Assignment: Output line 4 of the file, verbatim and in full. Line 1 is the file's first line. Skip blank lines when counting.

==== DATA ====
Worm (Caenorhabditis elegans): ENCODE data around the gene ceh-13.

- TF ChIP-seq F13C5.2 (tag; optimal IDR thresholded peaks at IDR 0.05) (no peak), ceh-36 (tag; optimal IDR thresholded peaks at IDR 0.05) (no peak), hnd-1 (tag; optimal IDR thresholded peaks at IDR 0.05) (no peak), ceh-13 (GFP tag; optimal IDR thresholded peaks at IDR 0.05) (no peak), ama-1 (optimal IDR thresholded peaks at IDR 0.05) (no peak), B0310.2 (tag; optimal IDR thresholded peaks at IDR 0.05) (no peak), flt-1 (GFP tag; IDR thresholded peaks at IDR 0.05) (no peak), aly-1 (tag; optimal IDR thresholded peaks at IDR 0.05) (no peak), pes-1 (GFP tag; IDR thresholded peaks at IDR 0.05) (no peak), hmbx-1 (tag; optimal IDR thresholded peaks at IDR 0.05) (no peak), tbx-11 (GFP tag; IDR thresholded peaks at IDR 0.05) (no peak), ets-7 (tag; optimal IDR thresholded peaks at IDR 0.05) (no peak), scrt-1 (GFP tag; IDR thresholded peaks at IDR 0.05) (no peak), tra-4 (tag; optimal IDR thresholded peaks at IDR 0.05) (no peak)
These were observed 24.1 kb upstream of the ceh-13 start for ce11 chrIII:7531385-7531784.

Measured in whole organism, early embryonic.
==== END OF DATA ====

Measured in whole organism, early embryonic.